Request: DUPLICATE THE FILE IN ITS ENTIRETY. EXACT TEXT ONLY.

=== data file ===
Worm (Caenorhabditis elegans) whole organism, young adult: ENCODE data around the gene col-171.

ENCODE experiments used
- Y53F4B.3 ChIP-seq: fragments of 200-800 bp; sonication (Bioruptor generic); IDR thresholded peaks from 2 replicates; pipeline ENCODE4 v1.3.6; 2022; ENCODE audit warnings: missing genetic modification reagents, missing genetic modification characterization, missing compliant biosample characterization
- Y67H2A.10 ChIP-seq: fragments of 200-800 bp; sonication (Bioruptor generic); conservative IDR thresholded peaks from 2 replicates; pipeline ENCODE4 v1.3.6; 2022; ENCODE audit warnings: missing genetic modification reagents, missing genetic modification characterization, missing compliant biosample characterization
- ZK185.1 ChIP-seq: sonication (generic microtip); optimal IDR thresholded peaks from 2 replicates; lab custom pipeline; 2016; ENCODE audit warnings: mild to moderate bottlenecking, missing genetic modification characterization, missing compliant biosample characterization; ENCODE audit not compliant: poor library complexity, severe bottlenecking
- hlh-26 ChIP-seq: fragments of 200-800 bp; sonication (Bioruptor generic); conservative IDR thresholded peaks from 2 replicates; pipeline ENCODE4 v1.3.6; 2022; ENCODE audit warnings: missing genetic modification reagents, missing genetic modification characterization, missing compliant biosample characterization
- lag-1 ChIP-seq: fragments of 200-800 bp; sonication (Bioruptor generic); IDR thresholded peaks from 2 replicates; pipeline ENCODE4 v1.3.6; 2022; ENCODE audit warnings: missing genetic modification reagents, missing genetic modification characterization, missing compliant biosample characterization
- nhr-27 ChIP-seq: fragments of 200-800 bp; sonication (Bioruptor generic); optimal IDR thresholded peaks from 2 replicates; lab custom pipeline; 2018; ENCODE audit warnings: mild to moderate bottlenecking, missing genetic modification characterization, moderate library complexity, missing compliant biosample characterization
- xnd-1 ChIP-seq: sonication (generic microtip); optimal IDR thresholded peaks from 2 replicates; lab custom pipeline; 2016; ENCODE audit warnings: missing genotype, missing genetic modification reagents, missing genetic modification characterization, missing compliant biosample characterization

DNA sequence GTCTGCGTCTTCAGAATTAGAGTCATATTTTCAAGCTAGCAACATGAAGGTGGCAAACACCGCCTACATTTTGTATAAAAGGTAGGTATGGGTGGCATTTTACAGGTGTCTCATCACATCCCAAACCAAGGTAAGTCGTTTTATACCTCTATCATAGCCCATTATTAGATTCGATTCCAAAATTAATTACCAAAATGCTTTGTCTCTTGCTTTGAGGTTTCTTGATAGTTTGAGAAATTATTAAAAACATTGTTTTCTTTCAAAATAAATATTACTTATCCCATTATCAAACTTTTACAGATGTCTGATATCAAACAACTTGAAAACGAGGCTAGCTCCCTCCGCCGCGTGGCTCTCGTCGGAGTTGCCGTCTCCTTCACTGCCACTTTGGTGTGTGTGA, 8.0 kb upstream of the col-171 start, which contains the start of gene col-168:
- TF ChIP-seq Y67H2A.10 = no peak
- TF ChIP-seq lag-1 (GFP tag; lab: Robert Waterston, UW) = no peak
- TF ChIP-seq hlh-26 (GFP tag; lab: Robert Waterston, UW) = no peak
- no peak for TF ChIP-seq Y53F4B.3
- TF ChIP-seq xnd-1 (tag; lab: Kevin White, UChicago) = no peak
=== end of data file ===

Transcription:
Worm (Caenorhabditis elegans) whole organism, young adult: ENCODE data around the gene col-171.

ENCODE experiments used
- Y53F4B.3 ChIP-seq: fragments of 200-800 bp; sonication (Bioruptor generic); IDR thresholded peaks from 2 replicates; pipeline ENCODE4 v1.3.6; 2022; ENCODE audit warnings: missing genetic modification reagents, missing genetic modification characterization, missing compliant biosample characterization
- Y67H2A.10 ChIP-seq: fragments of 200-800 bp; sonication (Bioruptor generic); conservative IDR thresholded peaks from 2 replicates; pipeline ENCODE4 v1.3.6; 2022; ENCODE audit warnings: missing genetic modification reagents, missing genetic modification characterization, missing compliant biosample characterization
- ZK185.1 ChIP-seq: sonication (generic microtip); optimal IDR thresholded peaks from 2 replicates; lab custom pipeline; 2016; ENCODE audit warnings: mild to moderate bottlenecking, missing genetic modification characterization, missing compliant biosample characterization; ENCODE audit not compliant: poor library complexity, severe bottlenecking
- hlh-26 ChIP-seq: fragments of 200-800 bp; sonication (Bioruptor generic); conservative IDR thresholded peaks from 2 replicates; pipeline ENCODE4 v1.3.6; 2022; ENCODE audit warnings: missing genetic modification reagents, missing genetic modification characterization, missing compliant biosample characterization
- lag-1 ChIP-seq: fragments of 200-800 bp; sonication (Bioruptor generic); IDR thresholded peaks from 2 replicates; pipeline ENCODE4 v1.3.6; 2022; ENCODE audit warnings: missing genetic modification reagents, missing genetic modification characterization, missing compliant biosample characterization
- nhr-27 ChIP-seq: fragments of 200-800 bp; sonication (Bioruptor generic); optimal IDR thresholded peaks from 2 replicates; lab custom pipeline; 2018; ENCODE audit warnings: mild to moderate bottlenecking, missing genetic modification characterization, moderate library complexity, missing compliant biosample characterization
- xnd-1 ChIP-seq: sonication (generic microtip); optimal IDR thresholded peaks from 2 replicates; lab custom pipeline; 2016; ENCODE audit warnings: missing genotype, missing genetic modification reagents, missing genetic modification characterization, missing compliant biosample characterization

DNA sequence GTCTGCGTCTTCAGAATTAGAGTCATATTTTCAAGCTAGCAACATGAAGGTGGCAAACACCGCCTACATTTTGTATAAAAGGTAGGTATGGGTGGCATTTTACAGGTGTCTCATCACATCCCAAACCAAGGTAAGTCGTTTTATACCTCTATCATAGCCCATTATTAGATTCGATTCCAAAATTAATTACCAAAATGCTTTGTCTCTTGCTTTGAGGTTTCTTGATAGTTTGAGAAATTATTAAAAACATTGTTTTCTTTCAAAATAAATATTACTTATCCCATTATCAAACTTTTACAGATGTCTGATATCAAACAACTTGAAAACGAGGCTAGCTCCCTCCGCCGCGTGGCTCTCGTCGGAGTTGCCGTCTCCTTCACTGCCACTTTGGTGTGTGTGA, 8.0 kb upstream of the col-171 start, which contains the start of gene col-168:
- TF ChIP-seq Y67H2A.10 = no peak
- TF ChIP-seq lag-1 (GFP tag; lab: Robert Waterston, UW) = no peak
- TF ChIP-seq hlh-26 (GFP tag; lab: Robert Waterston, UW) = no peak
- no peak for TF ChIP-seq Y53F4B.3
- TF ChIP-seq xnd-1 (tag; lab: Kevin White, UChicago) = no peak